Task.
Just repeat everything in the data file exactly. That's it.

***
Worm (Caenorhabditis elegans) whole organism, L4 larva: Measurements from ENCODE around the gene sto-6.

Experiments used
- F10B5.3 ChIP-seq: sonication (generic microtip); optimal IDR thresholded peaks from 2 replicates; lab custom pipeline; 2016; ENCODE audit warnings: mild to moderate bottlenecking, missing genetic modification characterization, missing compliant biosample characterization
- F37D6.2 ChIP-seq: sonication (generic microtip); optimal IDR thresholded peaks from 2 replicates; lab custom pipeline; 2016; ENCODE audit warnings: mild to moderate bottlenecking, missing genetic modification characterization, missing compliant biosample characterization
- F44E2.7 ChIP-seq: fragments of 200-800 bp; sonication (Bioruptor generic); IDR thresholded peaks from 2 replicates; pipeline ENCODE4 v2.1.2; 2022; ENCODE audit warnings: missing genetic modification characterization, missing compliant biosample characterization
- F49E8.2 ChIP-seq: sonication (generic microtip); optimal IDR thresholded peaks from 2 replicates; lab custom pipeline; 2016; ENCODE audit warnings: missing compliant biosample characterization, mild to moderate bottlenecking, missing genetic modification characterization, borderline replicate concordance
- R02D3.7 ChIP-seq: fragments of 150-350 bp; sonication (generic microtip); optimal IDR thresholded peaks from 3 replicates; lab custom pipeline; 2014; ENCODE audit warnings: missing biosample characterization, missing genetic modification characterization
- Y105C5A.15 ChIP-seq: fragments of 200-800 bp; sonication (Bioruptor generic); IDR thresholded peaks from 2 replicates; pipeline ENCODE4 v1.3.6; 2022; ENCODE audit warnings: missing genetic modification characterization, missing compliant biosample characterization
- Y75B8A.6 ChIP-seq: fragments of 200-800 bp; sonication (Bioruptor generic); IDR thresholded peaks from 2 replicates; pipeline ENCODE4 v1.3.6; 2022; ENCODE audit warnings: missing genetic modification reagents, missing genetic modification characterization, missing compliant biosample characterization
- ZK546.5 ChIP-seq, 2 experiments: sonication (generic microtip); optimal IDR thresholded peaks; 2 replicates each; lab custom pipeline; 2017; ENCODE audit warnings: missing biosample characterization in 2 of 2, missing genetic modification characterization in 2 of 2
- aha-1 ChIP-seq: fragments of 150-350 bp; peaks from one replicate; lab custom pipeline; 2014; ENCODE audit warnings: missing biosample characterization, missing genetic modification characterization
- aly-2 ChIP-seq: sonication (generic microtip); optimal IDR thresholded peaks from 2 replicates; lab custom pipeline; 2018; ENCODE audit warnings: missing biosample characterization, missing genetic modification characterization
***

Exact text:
Worm (Caenorhabditis elegans) whole organism, L4 larva: Measurements from ENCODE around the gene sto-6.

Experiments used
- F10B5.3 ChIP-seq: sonication (generic microtip); optimal IDR thresholded peaks from 2 replicates; lab custom pipeline; 2016; ENCODE audit warnings: mild to moderate bottlenecking, missing genetic modification characterization, missing compliant biosample characterization
- F37D6.2 ChIP-seq: sonication (generic microtip); optimal IDR thresholded peaks from 2 replicates; lab custom pipeline; 2016; ENCODE audit warnings: mild to moderate bottlenecking, missing genetic modification characterization, missing compliant biosample characterization
- F44E2.7 ChIP-seq: fragments of 200-800 bp; sonication (Bioruptor generic); IDR thresholded peaks from 2 replicates; pipeline ENCODE4 v2.1.2; 2022; ENCODE audit warnings: missing genetic modification characterization, missing compliant biosample characterization
- F49E8.2 ChIP-seq: sonication (generic microtip); optimal IDR thresholded peaks from 2 replicates; lab custom pipeline; 2016; ENCODE audit warnings: missing compliant biosample characterization, mild to moderate bottlenecking, missing genetic modification characterization, borderline replicate concordance
- R02D3.7 ChIP-seq: fragments of 150-350 bp; sonication (generic microtip); optimal IDR thresholded peaks from 3 replicates; lab custom pipeline; 2014; ENCODE audit warnings: missing biosample characterization, missing genetic modification characterization
- Y105C5A.15 ChIP-seq: fragments of 200-800 bp; sonication (Bioruptor generic); IDR thresholded peaks from 2 replicates; pipeline ENCODE4 v1.3.6; 2022; ENCODE audit warnings: missing genetic modification characterization, missing compliant biosample characterization
- Y75B8A.6 ChIP-seq: fragments of 200-800 bp; sonication (Bioruptor generic); IDR thresholded peaks from 2 replicates; pipeline ENCODE4 v1.3.6; 2022; ENCODE audit warnings: missing genetic modification reagents, missing genetic modification characterization, missing compliant biosample characterization
- ZK546.5 ChIP-seq, 2 experiments: sonication (generic microtip); optimal IDR thresholded peaks; 2 replicates each; lab custom pipeline; 2017; ENCODE audit warnings: missing biosample characterization in 2 of 2, missing genetic modification characterization in 2 of 2
- aha-1 ChIP-seq: fragments of 150-350 bp; peaks from one replicate; lab custom pipeline; 2014; ENCODE audit warnings: missing biosample characterization, missing genetic modification characterization
- aly-2 ChIP-seq: sonication (generic microtip); optimal IDR thresholded peaks from 2 replicates; lab custom pipeline; 2018; ENCODE audit warnings: missing biosample characterization, missing genetic modification characterization